Gertz v. Fontecchio

Annotate this Case

331 Mich. 165 (1951)

49 N.W.2d 121

GERTZ v. FONTECCHIO.

Docket No. 68, Calendar No. 45,173.

Supreme Court of Michigan.

Decided September 5, 1951.

B.E. Larson, for plaintiff.

Leonard J. McManman and Ivan D. Wright, for defendants.

DETHMERS, J.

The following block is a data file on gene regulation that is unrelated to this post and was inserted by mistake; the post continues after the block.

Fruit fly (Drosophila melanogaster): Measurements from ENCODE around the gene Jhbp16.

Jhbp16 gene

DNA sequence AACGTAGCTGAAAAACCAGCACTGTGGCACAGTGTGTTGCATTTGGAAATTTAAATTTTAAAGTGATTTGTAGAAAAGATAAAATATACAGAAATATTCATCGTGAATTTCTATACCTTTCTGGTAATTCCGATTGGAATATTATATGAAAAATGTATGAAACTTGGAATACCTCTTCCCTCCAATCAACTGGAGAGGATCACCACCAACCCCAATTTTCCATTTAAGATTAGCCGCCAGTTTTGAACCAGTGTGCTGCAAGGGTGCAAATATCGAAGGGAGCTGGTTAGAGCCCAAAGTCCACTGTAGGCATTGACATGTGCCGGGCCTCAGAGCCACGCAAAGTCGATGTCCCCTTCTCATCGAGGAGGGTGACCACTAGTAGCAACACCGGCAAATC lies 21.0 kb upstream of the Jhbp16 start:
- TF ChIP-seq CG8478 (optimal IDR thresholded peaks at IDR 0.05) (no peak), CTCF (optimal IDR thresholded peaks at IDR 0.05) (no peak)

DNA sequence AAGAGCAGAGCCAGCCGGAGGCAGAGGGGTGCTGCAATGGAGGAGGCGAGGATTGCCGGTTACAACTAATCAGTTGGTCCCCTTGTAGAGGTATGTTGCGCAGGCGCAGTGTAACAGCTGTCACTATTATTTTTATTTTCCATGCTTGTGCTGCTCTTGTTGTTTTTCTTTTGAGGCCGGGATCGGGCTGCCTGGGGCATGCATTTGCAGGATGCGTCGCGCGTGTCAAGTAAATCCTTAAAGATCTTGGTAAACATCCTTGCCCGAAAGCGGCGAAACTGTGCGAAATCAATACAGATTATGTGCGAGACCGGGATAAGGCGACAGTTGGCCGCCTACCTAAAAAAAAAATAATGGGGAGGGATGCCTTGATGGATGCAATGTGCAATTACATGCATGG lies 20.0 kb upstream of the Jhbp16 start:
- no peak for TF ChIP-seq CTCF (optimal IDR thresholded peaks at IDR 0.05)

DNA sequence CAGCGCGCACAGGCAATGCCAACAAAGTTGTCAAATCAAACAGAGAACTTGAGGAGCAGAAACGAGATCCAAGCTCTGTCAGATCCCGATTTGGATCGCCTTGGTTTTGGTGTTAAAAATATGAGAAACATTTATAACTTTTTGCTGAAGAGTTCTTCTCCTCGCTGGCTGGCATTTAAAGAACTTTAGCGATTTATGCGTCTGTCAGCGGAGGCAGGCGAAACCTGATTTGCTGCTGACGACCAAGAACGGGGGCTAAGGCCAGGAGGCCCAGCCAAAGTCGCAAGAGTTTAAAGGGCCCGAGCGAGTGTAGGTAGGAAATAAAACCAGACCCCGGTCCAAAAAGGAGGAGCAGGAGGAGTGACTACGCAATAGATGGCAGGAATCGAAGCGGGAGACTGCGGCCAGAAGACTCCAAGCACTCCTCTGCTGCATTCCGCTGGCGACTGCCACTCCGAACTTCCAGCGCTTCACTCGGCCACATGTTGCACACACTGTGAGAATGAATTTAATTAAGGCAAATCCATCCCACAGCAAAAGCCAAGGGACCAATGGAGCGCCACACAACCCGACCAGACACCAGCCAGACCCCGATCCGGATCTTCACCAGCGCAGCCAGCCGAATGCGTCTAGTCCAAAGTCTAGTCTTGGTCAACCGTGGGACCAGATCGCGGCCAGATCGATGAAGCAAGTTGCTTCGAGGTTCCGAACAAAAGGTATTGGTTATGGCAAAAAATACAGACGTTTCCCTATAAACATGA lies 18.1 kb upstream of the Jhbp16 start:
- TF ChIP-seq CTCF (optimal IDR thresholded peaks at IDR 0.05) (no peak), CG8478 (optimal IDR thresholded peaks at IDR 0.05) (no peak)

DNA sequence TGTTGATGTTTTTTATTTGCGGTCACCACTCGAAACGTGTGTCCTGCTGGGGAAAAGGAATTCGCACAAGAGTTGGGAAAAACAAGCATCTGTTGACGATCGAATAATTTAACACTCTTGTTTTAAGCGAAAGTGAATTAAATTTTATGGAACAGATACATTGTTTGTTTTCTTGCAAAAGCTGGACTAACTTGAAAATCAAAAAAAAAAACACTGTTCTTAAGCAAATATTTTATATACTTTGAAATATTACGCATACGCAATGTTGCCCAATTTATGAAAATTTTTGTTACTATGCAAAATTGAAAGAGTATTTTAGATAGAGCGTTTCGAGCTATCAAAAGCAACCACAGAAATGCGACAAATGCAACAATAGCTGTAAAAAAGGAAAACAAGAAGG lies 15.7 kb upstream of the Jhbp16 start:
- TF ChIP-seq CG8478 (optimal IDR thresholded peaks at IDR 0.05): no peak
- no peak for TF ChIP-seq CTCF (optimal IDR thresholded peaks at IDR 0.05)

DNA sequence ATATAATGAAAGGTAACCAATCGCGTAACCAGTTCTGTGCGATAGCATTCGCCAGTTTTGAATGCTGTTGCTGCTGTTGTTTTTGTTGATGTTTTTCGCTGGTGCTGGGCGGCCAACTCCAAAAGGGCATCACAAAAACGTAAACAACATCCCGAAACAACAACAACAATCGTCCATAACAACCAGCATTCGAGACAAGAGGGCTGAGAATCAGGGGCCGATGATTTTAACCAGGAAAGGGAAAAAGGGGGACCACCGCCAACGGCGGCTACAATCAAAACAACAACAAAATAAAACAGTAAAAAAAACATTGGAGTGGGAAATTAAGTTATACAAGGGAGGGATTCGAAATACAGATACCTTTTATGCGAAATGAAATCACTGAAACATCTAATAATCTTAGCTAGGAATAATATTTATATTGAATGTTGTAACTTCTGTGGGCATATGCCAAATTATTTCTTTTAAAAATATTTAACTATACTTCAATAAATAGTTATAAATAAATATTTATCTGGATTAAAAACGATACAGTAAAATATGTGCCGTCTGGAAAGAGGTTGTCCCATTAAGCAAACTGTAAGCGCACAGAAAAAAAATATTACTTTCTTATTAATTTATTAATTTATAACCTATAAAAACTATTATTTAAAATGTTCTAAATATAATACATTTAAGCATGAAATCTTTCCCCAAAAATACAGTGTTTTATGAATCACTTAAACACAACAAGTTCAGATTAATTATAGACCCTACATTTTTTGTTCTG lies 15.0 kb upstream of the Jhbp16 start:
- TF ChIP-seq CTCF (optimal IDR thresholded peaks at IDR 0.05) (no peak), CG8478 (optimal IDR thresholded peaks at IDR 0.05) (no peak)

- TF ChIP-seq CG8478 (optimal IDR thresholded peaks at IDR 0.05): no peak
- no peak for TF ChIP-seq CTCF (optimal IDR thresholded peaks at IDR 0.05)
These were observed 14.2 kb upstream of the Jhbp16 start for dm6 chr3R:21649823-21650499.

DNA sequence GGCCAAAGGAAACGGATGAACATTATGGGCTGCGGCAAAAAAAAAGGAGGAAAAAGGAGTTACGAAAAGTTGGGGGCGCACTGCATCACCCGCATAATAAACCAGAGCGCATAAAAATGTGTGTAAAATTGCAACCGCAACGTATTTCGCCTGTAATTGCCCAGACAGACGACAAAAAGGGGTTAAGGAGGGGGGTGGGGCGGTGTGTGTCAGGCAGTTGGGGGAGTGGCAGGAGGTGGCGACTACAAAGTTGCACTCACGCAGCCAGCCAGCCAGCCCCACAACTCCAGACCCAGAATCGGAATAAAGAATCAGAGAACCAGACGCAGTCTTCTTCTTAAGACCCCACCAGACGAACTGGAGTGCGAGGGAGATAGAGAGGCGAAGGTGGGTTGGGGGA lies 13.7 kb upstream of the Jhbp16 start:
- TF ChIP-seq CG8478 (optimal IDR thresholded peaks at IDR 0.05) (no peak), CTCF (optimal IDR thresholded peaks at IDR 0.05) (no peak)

Plaintiff and Herman Fontecchio, hereinafter called defendant, entered into a partnership agreement for the operation of an automobile repair and paint shop for an indefinite period of time. Plaintiff had money but no experience in such business. Defendant, a mechanic, had the necessary experience but no money. Accordingly, plaintiff purchased *167 a going business of that character for $6,000. Under the partnership agreement his $6,000 investment was to be returned to him out of first profits, after which the partners were to share profits equally. Conformable with plaintiff's insistence that his interest in the business remain undisclosed, it was agreed that the business should be conducted under defendant's name only and a certificate of persons conducting business under an assumed name was filed with the county clerk representing defendant to be the sole owner. In furtherance of the scheme, after the partnership had been in operation for a number of months and plaintiff had already recovered out of first profits all but $1,204.17 of his investment, he transferred the business and its assets by bill of sale to defendant and, in accord with the partnership agreement, took back from defendant a chattel mortgage thereon in an amount equal to about half the value thereof. Plaintiff contributed no services to the partnership. As agreed, defendant contributed his services, managed, operated and kept the books of the partnership, for which, at the outset, he received an agreed salary of $45 per week. When plaintiff purchased the business it was located in a building upon which a 3-year lease was then obtained, running to defendant as lessee, which provided for a monthly rental of $60, two 3-year renewals upon the same terms, and an option to purchase, for an amount not specified, in the event the lessor desired to and should have an opportunity to sell the premises to another. Defendant immediately assigned a half interest in the lease to plaintiff. Later the lessor advised the parties that he desired to sell the building for $7,500 and would sell it to another if they did not buy. Plaintiff thereupon stated that he was not interested in buying, that he considered the property a poor investment at that price, that the parties could look into the matter of *168 buying it later when the lease expired, that he had no objection to "the business" purchasing it if defendant so desired, but that, as an individual, he was not interested. Thereafter, at a time when the lease was about to expire and when the time for exercising the option for a renewal had already passed without its having been exercised, defendant and wife bought the building for $7,500. When plaintiff learned of this he objected, contending that defendant could not purchase the building, and insisted that title be placed in the name of the partnership or, in the alternative, that defendants might retain title, collect a rental therefor of $75 per month and that defendant might receive an increase in salary from $45 to $65 per week on condition that defendants lease the premises to the partnership for 10 years. It would appear that the latter was agreed upon but the lease was never executed although defendant did from that time on take the increase in salary and rent. Plaintiff claims that it was defendants' failure to execute such lease that occasioned the bringing of this suit for dissolution of the partnership. When this suit was brought the original lease had long since expired and there is no showing of any attempt by the partners or either of them to exercise the renewal option. The partnership agreement contained the following provision: